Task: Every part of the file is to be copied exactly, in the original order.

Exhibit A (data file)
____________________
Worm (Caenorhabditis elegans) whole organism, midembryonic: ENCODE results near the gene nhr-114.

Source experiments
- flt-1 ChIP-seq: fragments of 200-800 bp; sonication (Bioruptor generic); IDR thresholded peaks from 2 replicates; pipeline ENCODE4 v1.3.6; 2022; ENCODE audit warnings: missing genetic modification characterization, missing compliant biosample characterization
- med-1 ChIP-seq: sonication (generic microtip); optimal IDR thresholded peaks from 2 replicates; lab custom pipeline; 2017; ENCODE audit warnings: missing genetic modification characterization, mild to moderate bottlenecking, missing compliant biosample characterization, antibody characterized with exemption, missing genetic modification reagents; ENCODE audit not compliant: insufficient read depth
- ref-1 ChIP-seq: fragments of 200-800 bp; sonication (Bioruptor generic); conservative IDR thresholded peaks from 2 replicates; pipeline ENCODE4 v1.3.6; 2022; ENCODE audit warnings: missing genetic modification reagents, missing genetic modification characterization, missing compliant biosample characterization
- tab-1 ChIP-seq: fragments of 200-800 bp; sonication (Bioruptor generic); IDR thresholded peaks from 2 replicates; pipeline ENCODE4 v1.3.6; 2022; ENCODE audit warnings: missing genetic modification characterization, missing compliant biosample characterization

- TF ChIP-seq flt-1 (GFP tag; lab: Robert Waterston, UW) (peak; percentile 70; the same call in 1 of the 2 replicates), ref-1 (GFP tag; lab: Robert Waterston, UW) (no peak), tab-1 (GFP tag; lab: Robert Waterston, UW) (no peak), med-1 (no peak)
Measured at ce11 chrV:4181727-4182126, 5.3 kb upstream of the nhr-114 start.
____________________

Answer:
Worm (Caenorhabditis elegans) whole organism, midembryonic: ENCODE results near the gene nhr-114.

Source experiments
- flt-1 ChIP-seq: fragments of 200-800 bp; sonication (Bioruptor generic); IDR thresholded peaks from 2 replicates; pipeline ENCODE4 v1.3.6; 2022; ENCODE audit warnings: missing genetic modification characterization, missing compliant biosample characterization
- med-1 ChIP-seq: sonication (generic microtip); optimal IDR thresholded peaks from 2 replicates; lab custom pipeline; 2017; ENCODE audit warnings: missing genetic modification characterization, mild to moderate bottlenecking, missing compliant biosample characterization, antibody characterized with exemption, missing genetic modification reagents; ENCODE audit not compliant: insufficient read depth
- ref-1 ChIP-seq: fragments of 200-800 bp; sonication (Bioruptor generic); conservative IDR thresholded peaks from 2 replicates; pipeline ENCODE4 v1.3.6; 2022; ENCODE audit warnings: missing genetic modification reagents, missing genetic modification characterization, missing compliant biosample characterization
- tab-1 ChIP-seq: fragments of 200-800 bp; sonication (Bioruptor generic); IDR thresholded peaks from 2 replicates; pipeline ENCODE4 v1.3.6; 2022; ENCODE audit warnings: missing genetic modification characterization, missing compliant biosample characterization

- TF ChIP-seq flt-1 (GFP tag; lab: Robert Waterston, UW) (peak; percentile 70; the same call in 1 of the 2 replicates), ref-1 (GFP tag; lab: Robert Waterston, UW) (no peak), tab-1 (GFP tag; lab: Robert Waterston, UW) (no peak), med-1 (no peak)
Measured at ce11 chrV:4181727-4182126, 5.3 kb upstream of the nhr-114 start.